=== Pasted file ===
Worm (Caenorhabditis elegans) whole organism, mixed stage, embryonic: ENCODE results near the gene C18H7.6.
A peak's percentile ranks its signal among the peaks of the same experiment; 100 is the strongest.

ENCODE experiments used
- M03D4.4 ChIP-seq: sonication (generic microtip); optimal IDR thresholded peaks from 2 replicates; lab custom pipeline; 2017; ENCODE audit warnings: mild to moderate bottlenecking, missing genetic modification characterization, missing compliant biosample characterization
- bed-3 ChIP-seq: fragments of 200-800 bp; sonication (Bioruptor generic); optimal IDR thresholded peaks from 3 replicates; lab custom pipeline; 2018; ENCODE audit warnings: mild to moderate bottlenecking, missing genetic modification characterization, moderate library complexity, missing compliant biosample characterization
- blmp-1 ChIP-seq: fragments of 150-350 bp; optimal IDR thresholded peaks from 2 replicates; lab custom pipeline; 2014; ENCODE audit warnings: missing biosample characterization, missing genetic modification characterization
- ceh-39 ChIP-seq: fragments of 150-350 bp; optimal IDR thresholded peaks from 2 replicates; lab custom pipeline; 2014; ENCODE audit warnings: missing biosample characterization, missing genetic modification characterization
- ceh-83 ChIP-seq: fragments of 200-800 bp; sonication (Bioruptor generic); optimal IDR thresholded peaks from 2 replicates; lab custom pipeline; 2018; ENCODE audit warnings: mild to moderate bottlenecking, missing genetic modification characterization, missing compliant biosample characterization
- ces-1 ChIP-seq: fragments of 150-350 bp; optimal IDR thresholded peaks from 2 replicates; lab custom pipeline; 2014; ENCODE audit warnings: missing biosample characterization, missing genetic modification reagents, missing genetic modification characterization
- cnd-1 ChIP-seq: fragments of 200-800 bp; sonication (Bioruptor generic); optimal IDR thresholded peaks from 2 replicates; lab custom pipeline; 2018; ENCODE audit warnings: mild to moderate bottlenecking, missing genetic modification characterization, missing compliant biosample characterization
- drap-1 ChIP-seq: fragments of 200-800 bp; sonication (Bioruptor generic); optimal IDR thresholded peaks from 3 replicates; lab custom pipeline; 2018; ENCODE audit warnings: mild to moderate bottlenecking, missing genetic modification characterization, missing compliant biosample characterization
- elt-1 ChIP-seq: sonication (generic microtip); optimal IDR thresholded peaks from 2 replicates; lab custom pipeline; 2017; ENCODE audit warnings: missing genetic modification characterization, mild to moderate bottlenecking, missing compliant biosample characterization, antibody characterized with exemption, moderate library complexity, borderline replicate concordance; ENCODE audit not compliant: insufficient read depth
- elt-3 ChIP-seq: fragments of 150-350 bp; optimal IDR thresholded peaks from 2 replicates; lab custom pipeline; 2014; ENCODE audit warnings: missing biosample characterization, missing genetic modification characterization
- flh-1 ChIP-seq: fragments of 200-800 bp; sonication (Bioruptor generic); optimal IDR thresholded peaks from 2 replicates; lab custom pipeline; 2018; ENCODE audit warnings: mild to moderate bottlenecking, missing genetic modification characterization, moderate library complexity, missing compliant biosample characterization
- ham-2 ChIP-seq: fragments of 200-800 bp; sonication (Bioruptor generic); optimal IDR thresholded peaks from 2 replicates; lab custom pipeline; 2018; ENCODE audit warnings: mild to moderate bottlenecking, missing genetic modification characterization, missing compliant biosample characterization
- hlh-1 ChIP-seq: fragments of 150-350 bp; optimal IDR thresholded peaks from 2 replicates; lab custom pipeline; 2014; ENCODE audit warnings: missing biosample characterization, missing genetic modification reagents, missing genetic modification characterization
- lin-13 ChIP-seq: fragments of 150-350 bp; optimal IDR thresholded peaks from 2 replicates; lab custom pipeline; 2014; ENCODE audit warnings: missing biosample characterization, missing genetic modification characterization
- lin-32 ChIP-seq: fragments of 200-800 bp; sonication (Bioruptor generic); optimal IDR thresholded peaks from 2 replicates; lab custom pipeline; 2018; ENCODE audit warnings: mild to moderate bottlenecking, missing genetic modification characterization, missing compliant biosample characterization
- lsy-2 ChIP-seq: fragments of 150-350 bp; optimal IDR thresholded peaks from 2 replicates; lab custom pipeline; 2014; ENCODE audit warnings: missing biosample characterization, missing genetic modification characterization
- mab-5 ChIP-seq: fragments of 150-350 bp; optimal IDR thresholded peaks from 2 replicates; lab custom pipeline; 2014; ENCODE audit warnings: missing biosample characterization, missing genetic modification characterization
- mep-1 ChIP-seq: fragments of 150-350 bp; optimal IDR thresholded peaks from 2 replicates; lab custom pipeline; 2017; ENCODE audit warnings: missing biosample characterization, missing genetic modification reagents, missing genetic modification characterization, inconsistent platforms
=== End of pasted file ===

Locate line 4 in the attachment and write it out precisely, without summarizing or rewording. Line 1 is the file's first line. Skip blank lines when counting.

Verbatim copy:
- M03D4.4 ChIP-seq: sonication (generic microtip); optimal IDR thresholded peaks from 2 replicates; lab custom pipeline; 2017; ENCODE audit warnings: mild to moderate bottlenecking, missing genetic modification characterization, missing compliant biosample characterization